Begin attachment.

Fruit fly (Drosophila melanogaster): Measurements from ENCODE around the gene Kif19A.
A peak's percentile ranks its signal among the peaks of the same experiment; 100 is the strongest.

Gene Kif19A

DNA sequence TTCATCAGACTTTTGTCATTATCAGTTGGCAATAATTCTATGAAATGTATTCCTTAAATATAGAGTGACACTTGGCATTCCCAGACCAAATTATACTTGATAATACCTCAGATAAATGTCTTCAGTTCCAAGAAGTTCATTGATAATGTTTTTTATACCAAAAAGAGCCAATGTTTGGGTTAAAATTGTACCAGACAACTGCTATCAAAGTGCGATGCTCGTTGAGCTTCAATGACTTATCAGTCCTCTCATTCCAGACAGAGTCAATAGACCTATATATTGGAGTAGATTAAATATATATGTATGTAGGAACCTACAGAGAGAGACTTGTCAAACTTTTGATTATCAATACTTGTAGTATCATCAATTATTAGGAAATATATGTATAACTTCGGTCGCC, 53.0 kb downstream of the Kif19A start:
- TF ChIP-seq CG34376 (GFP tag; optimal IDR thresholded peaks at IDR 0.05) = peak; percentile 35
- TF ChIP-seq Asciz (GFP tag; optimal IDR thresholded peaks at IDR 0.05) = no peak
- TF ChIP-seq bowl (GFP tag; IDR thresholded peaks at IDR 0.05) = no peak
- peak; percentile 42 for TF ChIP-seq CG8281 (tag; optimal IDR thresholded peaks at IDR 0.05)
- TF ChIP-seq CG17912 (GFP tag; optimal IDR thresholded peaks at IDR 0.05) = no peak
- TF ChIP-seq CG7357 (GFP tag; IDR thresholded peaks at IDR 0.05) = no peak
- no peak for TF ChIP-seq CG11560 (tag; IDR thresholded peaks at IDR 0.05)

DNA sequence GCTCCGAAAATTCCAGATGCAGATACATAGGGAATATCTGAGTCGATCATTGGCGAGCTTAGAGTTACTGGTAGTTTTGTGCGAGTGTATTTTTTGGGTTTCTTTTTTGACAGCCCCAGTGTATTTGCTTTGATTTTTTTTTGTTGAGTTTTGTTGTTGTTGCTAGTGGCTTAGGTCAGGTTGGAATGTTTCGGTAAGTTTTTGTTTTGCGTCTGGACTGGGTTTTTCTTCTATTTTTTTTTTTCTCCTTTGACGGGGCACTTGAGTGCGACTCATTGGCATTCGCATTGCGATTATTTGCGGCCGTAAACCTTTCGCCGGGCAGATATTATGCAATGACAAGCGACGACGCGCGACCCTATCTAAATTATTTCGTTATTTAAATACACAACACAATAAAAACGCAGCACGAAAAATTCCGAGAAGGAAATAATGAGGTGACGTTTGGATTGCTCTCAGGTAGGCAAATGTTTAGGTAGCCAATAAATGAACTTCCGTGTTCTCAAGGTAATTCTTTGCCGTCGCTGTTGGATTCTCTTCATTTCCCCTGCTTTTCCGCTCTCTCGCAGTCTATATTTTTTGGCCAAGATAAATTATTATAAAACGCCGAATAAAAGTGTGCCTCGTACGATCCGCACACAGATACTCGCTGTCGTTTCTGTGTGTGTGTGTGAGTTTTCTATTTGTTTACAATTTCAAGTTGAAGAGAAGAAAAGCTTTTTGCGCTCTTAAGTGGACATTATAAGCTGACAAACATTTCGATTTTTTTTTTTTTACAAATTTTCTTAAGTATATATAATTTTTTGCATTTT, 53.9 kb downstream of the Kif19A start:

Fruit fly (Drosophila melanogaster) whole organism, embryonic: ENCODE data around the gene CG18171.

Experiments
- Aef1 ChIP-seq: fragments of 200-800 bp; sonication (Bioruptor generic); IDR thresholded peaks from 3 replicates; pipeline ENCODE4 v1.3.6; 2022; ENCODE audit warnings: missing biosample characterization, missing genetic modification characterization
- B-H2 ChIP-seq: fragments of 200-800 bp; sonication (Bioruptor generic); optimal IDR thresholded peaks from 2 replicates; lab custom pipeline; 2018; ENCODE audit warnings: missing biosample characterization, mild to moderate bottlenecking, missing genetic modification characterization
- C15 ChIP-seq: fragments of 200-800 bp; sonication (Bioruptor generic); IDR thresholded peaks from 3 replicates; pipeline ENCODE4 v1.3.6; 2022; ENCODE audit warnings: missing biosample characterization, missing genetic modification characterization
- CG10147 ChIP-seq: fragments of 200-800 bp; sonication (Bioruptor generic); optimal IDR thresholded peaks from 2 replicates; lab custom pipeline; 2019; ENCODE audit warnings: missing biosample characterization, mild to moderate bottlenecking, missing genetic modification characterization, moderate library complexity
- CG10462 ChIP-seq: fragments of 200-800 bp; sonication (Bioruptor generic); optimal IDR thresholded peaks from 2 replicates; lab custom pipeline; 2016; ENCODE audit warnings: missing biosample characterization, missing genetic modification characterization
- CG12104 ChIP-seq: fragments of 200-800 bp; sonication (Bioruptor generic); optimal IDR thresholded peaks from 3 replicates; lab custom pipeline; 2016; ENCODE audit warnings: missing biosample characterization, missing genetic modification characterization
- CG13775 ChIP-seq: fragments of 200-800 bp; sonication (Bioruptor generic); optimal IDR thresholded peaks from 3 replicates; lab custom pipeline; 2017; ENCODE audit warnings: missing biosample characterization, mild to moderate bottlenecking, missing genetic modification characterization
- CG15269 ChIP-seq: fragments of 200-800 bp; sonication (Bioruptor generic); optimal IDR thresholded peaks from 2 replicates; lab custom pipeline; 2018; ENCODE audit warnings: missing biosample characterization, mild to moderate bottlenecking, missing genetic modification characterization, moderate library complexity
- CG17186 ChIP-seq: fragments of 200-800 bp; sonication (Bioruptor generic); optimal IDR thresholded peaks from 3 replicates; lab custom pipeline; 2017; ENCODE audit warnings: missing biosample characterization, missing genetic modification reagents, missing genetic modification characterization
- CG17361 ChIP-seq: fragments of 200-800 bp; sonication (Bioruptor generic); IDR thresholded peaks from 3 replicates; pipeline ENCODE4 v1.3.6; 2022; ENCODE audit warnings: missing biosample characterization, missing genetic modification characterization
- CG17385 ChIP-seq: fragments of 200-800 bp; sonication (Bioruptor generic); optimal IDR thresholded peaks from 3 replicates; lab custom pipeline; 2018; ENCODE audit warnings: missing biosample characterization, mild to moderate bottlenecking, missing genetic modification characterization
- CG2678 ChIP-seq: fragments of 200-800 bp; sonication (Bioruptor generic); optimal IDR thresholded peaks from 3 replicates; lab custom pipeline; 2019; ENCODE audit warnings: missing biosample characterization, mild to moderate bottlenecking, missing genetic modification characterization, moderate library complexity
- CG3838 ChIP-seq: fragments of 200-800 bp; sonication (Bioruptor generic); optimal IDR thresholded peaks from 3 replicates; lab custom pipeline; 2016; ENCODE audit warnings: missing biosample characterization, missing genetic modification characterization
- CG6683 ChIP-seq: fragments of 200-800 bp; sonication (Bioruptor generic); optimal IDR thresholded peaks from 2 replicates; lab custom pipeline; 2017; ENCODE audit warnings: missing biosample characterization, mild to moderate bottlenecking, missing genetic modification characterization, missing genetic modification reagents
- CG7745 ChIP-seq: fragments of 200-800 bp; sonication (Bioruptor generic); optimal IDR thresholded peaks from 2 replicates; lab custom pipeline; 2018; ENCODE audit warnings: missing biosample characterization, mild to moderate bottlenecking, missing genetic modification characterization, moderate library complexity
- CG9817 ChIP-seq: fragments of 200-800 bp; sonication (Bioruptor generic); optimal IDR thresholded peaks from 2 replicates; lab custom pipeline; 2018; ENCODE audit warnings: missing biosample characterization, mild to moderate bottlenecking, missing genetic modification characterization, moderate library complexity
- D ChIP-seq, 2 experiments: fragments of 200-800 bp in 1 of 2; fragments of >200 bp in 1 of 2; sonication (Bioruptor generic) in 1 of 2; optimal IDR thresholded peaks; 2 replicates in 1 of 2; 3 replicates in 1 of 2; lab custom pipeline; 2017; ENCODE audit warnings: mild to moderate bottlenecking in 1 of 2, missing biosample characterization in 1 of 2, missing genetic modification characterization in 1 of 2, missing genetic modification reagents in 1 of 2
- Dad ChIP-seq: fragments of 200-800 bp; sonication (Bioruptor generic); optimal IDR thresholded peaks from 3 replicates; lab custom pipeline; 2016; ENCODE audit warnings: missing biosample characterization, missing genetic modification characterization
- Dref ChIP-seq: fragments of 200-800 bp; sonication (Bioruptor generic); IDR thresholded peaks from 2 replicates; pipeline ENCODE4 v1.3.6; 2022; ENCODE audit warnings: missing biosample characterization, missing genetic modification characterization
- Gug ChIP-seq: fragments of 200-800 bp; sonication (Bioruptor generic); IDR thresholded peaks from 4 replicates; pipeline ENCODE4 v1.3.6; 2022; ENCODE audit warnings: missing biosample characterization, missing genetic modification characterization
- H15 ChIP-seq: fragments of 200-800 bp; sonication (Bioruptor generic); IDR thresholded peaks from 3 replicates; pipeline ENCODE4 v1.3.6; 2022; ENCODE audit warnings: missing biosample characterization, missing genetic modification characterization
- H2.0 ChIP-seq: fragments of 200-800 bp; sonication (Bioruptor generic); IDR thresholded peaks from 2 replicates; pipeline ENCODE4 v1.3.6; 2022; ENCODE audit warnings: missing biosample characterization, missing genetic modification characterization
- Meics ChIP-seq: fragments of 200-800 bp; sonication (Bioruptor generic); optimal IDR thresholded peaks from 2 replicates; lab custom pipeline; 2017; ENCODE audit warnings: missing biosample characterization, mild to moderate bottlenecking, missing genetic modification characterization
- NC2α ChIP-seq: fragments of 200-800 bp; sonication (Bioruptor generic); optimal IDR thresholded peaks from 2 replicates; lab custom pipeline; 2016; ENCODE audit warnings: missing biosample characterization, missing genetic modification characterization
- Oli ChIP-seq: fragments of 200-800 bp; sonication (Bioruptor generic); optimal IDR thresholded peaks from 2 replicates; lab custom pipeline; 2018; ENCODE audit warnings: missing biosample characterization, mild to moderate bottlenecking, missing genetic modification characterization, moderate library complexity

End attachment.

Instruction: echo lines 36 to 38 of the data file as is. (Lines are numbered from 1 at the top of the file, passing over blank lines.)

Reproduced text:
- H2.0 ChIP-seq: fragments of 200-800 bp; sonication (Bioruptor generic); IDR thresholded peaks from 2 replicates; pipeline ENCODE4 v1.3.6; 2022; ENCODE audit warnings: missing biosample characterization, missing genetic modification characterization
- Meics ChIP-seq: fragments of 200-800 bp; sonication (Bioruptor generic); optimal IDR thresholded peaks from 2 replicates; lab custom pipeline; 2017; ENCODE audit warnings: missing biosample characterization, mild to moderate bottlenecking, missing genetic modification characterization
- NC2α ChIP-seq: fragments of 200-800 bp; sonication (Bioruptor generic); optimal IDR thresholded peaks from 2 replicates; lab custom pipeline; 2016; ENCODE audit warnings: missing biosample characterization, missing genetic modification characterization